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Workshop postponed to September 27-October 1, 2021

Optimization under uncertainty

In organizational decision making, the vast majority of planning and operational decisions are made without a complete knowledge of both the current situation and the future. Plans that are made when part of the contextual information is uncertain are then adjusted when new information is revealed, thus allowing for recourse actions to be taken. In general, this leads to problems where sequences of decisions are made over varying time horizons and where one aims to balance both the immediate benefits of the decisions made and their future impact. For such problems, designing optimization methodologies that explicitly consider the various sources of uncertainty that are present, and efficiently produce high-quality solutions, is quite challenging. This being said, today's access to more detailed and exhaustive databases detailing the activities of organizations, governments and populations, in addition to machine learning techniques being more readily available to analyze such databases, has greatly improved the operations research (OR) community's capacity to both describe the various sources of uncertainty more accurately and calculate the effects that the different realizations might have on the expected performance. Furthermore, driven by the advancements in both computing technologies and OR tools, one observes an ever-increasing amount of research dedicated to the development of specialized optimization methodologies capable of solving problems in realistic settings. The purpose of this workshop is to present some of the most recent and innovative technical developments in three important fields of study: stochastic combinatorial optimization, Monte Carlo methods, and robust optimization.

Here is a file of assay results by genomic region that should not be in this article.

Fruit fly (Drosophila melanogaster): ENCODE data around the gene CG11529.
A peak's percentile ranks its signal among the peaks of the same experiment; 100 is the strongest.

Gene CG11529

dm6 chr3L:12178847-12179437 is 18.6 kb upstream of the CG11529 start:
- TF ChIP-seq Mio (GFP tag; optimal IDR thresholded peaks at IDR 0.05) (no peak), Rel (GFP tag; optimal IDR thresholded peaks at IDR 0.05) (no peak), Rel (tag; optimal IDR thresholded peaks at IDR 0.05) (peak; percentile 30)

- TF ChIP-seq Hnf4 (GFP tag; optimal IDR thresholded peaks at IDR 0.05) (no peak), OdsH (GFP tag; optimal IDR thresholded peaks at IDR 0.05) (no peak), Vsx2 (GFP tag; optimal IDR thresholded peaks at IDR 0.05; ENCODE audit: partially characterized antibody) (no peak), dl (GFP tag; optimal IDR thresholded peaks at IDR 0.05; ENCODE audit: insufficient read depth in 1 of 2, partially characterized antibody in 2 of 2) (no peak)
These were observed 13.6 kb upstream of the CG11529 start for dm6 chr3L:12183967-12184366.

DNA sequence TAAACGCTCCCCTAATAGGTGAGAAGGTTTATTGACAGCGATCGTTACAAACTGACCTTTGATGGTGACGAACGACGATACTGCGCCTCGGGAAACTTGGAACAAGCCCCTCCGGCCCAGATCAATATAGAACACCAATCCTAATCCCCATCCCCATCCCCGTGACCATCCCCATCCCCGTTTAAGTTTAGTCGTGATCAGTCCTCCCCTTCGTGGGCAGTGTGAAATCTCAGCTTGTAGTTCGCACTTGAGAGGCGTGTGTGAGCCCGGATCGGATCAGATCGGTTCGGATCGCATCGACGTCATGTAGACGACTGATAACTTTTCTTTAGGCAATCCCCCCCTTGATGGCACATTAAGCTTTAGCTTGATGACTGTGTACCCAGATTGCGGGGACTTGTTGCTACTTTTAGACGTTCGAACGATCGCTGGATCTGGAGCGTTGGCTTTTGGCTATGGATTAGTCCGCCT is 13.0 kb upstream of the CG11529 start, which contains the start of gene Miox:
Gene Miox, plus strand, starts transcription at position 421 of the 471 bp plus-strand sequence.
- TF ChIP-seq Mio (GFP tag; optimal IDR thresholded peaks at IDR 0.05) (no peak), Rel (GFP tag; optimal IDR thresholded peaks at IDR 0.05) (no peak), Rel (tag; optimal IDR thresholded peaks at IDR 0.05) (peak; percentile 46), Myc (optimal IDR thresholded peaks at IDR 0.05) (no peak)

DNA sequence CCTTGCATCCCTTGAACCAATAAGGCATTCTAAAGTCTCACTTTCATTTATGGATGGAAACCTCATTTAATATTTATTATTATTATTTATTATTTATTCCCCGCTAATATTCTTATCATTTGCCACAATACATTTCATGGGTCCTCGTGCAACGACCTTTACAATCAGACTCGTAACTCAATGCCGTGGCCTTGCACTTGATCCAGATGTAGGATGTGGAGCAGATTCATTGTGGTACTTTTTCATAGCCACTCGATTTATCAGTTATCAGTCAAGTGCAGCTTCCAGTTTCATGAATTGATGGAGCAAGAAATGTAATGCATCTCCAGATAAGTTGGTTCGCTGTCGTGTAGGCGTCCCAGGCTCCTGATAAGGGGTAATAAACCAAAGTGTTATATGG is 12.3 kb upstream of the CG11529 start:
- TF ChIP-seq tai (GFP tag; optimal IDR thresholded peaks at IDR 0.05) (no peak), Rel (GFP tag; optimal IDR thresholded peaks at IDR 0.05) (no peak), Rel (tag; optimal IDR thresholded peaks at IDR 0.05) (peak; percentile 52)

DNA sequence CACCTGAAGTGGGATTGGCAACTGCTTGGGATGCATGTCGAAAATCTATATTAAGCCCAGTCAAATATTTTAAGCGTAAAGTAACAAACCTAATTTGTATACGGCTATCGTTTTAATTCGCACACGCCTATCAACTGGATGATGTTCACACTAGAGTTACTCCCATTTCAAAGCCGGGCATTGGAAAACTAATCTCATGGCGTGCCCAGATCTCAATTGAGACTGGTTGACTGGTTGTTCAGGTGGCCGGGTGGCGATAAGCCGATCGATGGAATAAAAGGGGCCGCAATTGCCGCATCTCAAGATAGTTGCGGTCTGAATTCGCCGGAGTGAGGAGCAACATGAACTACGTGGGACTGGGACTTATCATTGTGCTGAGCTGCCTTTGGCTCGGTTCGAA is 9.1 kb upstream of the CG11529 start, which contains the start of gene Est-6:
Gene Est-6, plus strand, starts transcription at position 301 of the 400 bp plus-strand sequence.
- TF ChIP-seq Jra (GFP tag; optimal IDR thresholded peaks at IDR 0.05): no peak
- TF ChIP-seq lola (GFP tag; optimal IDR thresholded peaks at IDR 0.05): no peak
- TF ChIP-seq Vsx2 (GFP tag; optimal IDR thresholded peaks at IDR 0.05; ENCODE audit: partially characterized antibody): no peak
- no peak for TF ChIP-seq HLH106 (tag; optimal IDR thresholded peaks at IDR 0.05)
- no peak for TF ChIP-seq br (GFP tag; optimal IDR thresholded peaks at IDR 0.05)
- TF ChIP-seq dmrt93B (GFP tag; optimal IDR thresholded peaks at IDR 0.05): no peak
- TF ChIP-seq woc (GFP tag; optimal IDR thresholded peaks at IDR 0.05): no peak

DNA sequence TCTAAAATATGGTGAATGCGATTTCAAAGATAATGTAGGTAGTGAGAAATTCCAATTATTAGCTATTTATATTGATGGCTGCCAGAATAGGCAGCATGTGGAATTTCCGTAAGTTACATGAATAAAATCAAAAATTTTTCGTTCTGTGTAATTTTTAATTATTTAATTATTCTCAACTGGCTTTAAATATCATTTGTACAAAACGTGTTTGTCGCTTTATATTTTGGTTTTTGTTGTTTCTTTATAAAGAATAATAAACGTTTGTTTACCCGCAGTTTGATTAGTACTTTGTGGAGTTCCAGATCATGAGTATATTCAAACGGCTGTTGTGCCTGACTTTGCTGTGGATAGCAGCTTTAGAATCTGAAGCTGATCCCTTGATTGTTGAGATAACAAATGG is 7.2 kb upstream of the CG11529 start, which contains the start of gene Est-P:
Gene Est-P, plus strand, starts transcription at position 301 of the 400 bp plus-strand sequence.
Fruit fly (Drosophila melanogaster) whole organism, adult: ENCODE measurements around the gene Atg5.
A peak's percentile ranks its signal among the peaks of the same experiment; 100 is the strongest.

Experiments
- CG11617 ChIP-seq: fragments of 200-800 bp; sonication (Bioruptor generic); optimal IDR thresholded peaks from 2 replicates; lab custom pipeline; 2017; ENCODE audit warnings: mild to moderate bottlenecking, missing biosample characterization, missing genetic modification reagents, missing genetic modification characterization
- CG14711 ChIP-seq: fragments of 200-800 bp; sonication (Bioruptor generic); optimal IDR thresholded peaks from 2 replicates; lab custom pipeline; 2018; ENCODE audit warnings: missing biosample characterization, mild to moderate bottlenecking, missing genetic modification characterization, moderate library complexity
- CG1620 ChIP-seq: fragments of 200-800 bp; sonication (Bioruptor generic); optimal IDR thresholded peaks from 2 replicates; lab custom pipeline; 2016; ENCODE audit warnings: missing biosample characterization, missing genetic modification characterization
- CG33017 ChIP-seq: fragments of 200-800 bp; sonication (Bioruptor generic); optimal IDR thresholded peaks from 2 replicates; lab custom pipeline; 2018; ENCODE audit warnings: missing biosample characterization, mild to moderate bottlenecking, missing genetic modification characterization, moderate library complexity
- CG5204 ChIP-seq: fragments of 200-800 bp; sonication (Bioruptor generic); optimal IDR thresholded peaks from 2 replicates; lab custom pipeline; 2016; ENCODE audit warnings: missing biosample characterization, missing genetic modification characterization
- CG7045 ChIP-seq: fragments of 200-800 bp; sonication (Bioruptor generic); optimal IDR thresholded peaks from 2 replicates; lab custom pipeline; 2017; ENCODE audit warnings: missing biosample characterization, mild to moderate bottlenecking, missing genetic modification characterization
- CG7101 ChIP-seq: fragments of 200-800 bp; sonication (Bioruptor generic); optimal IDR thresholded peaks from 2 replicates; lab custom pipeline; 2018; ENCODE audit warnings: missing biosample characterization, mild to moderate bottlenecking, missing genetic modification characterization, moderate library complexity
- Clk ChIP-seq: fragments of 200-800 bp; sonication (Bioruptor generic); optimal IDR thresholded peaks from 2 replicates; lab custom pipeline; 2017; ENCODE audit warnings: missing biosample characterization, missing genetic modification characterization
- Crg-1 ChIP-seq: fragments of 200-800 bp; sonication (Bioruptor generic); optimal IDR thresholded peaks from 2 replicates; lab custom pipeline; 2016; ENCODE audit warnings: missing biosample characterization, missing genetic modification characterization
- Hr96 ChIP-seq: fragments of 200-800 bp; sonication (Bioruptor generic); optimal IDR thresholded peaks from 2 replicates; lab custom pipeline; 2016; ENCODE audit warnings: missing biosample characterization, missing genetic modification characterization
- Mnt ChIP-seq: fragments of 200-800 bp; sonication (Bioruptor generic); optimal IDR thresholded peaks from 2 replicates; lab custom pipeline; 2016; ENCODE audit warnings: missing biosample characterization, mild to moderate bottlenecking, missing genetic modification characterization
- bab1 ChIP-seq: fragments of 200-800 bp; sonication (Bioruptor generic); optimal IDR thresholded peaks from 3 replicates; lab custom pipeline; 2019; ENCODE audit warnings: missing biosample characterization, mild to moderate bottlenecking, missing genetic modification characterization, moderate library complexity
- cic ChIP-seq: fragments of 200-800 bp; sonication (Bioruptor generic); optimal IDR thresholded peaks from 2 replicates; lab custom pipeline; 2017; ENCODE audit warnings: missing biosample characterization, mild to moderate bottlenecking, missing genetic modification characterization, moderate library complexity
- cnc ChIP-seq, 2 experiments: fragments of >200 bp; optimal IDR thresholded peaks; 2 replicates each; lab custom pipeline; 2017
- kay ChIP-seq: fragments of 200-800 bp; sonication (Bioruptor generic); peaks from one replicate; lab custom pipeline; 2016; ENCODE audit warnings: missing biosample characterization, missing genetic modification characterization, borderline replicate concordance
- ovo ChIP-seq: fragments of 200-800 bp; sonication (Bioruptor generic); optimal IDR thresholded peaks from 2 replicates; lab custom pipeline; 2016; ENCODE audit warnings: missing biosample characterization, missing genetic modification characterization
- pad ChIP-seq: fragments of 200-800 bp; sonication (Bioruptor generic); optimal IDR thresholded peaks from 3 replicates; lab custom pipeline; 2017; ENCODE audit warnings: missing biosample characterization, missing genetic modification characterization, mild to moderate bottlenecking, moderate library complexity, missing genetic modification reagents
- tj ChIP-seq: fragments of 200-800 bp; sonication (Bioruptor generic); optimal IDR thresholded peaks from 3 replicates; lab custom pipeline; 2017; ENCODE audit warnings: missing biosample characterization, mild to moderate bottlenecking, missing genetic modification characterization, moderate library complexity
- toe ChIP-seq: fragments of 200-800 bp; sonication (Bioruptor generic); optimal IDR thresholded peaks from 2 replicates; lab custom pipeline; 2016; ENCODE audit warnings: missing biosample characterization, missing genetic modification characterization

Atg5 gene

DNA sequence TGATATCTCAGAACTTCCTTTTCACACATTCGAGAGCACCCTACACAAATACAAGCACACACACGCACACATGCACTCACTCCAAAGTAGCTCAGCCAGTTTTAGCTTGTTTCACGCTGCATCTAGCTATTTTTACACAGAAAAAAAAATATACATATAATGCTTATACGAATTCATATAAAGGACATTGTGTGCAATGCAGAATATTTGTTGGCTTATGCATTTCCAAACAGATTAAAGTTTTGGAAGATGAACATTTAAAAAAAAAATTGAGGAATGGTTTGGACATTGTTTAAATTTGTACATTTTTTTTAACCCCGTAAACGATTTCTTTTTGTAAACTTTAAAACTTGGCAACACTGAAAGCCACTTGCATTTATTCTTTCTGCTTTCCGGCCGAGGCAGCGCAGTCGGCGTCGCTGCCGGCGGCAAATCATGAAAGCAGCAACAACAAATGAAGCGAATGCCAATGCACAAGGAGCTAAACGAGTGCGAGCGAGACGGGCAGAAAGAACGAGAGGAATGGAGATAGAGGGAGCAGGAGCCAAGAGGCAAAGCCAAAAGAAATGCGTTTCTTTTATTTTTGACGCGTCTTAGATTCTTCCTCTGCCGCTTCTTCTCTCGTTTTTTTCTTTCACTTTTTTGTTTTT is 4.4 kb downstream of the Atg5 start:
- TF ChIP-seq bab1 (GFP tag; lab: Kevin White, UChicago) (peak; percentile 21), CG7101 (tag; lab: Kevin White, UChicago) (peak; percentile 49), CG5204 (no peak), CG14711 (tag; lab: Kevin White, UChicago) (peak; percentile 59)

Registration fees:

(Places are limited, register before March 16, 2020)

-Students: $ 75

-Postdoctoral fellows: $115

-Faculty without grant: $150

-Faculty with grant: $220

-Industrial researchers: $380